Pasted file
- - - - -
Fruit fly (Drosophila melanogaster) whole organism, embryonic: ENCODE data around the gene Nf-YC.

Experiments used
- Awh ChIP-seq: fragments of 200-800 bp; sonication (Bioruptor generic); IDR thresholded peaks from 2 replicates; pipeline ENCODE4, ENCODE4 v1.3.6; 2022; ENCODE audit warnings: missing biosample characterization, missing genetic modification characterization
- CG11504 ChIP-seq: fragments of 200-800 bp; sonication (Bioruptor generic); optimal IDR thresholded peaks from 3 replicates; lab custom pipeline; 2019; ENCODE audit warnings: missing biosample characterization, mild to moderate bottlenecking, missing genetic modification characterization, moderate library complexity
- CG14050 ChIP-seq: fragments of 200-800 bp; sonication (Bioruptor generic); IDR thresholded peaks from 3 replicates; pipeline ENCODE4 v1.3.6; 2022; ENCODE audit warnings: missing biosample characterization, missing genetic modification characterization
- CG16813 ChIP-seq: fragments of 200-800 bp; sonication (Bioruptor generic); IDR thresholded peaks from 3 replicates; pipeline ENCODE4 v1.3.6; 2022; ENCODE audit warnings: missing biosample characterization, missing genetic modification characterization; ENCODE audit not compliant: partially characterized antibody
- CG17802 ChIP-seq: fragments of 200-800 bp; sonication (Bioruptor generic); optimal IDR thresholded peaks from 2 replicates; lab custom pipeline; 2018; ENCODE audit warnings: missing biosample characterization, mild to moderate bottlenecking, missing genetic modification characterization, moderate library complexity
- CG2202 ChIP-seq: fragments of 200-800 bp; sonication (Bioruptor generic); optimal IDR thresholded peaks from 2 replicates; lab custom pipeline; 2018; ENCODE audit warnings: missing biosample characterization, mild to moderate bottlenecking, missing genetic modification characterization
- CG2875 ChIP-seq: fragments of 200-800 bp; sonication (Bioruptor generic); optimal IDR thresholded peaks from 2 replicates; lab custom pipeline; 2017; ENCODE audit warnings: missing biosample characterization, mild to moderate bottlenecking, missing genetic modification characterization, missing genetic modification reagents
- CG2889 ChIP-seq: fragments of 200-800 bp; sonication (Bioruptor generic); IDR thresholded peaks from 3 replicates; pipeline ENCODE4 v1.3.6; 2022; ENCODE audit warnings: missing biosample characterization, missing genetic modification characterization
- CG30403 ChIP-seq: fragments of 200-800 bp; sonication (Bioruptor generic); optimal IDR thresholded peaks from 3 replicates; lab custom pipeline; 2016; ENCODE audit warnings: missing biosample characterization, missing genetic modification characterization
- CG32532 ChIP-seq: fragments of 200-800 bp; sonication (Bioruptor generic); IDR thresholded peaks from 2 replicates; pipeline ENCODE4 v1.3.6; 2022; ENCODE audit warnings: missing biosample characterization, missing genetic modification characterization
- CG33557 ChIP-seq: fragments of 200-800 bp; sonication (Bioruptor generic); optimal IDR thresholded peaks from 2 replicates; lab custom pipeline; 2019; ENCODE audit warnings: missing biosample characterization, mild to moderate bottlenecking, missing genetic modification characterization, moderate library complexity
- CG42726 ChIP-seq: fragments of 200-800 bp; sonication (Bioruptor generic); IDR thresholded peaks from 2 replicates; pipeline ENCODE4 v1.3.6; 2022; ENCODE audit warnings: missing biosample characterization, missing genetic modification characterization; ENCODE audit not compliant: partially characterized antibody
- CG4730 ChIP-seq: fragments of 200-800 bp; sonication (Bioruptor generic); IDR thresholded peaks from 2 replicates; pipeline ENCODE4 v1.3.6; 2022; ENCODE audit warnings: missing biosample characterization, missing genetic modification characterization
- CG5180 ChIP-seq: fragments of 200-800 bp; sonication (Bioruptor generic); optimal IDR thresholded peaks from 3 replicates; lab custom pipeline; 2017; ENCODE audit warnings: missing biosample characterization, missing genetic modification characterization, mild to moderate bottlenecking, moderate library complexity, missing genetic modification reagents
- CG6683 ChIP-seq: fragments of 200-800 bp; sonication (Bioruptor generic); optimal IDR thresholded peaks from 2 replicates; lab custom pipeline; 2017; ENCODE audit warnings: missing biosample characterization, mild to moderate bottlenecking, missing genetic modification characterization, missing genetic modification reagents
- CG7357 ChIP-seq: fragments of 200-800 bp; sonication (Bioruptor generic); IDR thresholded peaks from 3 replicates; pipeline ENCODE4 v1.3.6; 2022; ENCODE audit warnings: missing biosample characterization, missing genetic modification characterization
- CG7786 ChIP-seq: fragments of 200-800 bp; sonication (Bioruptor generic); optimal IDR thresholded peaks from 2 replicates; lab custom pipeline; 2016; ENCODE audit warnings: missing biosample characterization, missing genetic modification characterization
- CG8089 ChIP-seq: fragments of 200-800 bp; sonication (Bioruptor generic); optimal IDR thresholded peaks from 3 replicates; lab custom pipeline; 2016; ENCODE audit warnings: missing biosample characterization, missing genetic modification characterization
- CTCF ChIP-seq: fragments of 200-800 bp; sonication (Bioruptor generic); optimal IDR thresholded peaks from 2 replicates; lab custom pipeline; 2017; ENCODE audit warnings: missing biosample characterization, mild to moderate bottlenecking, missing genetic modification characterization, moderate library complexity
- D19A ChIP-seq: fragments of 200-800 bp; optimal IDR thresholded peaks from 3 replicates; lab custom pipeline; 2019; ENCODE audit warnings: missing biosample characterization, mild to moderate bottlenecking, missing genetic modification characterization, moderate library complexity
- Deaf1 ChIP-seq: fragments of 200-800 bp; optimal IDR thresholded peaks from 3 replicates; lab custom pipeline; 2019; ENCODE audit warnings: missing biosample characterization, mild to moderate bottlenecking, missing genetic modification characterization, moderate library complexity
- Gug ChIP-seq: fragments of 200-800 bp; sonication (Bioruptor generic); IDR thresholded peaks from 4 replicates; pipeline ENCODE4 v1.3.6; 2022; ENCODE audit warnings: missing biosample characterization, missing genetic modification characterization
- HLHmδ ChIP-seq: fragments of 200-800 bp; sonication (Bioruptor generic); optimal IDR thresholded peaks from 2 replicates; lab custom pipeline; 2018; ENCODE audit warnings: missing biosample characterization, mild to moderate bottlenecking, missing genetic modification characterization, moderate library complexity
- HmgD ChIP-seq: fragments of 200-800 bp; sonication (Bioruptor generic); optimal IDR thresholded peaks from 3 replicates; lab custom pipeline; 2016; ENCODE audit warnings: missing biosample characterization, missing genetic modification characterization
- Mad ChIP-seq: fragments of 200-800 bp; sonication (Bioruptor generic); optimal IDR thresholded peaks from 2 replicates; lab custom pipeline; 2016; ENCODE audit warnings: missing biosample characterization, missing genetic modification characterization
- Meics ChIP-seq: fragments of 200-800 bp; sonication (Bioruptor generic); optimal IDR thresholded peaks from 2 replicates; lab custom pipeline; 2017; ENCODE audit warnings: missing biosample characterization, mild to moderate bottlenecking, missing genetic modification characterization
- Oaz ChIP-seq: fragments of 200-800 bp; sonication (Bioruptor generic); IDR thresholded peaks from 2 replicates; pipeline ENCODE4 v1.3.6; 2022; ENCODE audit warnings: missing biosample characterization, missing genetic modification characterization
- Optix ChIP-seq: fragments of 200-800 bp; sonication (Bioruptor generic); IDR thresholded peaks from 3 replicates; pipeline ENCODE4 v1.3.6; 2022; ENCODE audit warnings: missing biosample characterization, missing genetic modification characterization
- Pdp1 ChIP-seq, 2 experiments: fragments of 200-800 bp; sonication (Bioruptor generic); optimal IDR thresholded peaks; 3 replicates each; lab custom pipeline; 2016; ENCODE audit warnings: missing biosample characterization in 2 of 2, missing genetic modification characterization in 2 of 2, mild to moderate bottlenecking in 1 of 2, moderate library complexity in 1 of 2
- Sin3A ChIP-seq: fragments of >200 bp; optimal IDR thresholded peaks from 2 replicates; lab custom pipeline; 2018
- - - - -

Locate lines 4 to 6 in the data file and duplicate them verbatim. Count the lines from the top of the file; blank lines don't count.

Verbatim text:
- CG11504 ChIP-seq: fragments of 200-800 bp; sonication (Bioruptor generic); optimal IDR thresholded peaks from 3 replicates; lab custom pipeline; 2019; ENCODE audit warnings: missing biosample characterization, mild to moderate bottlenecking, missing genetic modification characterization, moderate library complexity
- CG14050 ChIP-seq: fragments of 200-800 bp; sonication (Bioruptor generic); IDR thresholded peaks from 3 replicates; pipeline ENCODE4 v1.3.6; 2022; ENCODE audit warnings: missing biosample characterization, missing genetic modification characterization
- CG16813 ChIP-seq: fragments of 200-800 bp; sonication (Bioruptor generic); IDR thresholded peaks from 3 replicates; pipeline ENCODE4 v1.3.6; 2022; ENCODE audit warnings: missing biosample characterization, missing genetic modification characterization; ENCODE audit not compliant: partially characterized antibody